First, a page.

How to crop images in Microsoft PowerPoint

Now you see it, now you don't. Learn how to apply PowerPoint cropping to your graphic files.

For the most part, the graphics you add to a slide should be specific—in purpose and in content. Pictures are seldom so well-honed. That's why PowerPoint's Crop tool might become one of your favorite tools.

Cropping a picture removes the outer edges of the image. You do so to remove both empty and busy areas as both can distract from the graphic's focus. Either way, you can use PowerPoint's Crop tool to fine-tune what viewers see.

In this article, I'll show you how to use this easy and intuitive tool.

I'm using Office 365's PowerPoint, but the Crop tool has been around for a long time. Basic cropping is available in the browser, but the options aren't. For the purposes of this article, I'll use the term picture to define any graphic file you might work with. (To insert a file, use the options in the Images group on the Insert tab.) This article assumes that you're familiar enough with PowerPoint to insert pictures. There's no demonstration file; you won't need one. You can work with any graphic file.

SEE: Windows 10 power tips: Secret shortcuts to your favorite settings (Tech Pro Research)

The basics

You'll use the Crop tool to edit pictures once you've inserted them. Specifically, this tool lets you trim the outer edges of the picture. You'll find Crop on the contextual Format tab in the Size group. To crop a picture, you click Crop, the default option. This quick click displays cropping handles along the picture's border (Figure A). You'll usually see four corners and four side handles. Drag a handle inward to remove part of the picture. For instance, Figure B shows the handle to the right pushed in to remove the empty water. Moving a corner handle will adjust the two adjacent sides accordingly. To commit the crop, click Crop again. Doing so changes the view of the underlying picture. Ctrl+z will undo the crop.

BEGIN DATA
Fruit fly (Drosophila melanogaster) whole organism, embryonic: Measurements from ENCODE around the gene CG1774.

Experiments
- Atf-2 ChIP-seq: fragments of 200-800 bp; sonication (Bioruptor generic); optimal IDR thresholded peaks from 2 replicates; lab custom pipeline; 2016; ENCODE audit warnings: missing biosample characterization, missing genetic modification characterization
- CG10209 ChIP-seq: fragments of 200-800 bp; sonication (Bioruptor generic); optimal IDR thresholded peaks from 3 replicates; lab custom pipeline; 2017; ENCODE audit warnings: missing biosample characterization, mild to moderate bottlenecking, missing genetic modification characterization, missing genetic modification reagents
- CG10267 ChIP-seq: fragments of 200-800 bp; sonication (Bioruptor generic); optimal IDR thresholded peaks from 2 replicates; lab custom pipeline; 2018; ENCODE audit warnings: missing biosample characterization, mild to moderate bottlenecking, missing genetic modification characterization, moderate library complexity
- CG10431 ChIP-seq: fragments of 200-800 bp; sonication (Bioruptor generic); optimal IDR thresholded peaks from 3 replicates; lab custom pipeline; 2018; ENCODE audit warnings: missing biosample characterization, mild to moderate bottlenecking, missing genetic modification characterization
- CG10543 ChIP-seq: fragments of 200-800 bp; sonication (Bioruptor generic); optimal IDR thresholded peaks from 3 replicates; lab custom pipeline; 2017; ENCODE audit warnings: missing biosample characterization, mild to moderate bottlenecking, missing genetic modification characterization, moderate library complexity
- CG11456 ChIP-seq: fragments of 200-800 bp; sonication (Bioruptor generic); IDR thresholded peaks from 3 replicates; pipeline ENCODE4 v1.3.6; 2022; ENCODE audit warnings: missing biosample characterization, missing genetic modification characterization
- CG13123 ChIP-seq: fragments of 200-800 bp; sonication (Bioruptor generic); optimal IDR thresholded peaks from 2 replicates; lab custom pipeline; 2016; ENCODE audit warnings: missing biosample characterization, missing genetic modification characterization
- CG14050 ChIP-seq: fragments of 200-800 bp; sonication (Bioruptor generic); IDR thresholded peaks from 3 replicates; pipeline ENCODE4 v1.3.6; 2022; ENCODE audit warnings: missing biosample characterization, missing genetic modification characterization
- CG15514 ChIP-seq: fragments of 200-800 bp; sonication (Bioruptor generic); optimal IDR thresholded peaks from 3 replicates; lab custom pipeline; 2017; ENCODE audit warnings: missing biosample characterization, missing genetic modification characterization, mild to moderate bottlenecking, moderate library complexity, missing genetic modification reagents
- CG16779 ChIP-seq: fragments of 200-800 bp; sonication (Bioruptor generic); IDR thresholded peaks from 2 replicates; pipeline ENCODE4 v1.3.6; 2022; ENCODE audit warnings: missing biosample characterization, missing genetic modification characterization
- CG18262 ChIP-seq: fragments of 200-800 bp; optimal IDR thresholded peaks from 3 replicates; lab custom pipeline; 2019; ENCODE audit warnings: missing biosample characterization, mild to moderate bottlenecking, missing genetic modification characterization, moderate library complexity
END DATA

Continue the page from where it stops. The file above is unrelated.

Figure A

Use the cropping handles to change what you see.

Figure B

Cropping changes what viewers see; it doesn't change the underlying picture.

Basic shortcuts

You're a step ahead if you've used the Crop tool before, but there might be a couple of basic shortcuts you don't know about:

  • Hold down the Ctrl key while dragging a side handle to adjust the opposite side at the same time.
  • Hold down the Ctrl key while dragging a corner handle to adjust all four corners at the same time.

If you have precise measurements, you can use the Shape Height and Shape Width options to the right of the Crop tool. These controls aren't true cropping options though because they maintain aspect ratio (which we'll discuss later).

PowerPoint doesn't change the underlying picture when you crop it. To reset the size—remove the cropping—click the picture. Then, click the contextual Format tab. To the left, you'll find the Reset Picture in the Adjust group. Choose Reset Picture & Size from the Reset Picture dropdown to remove any cropping.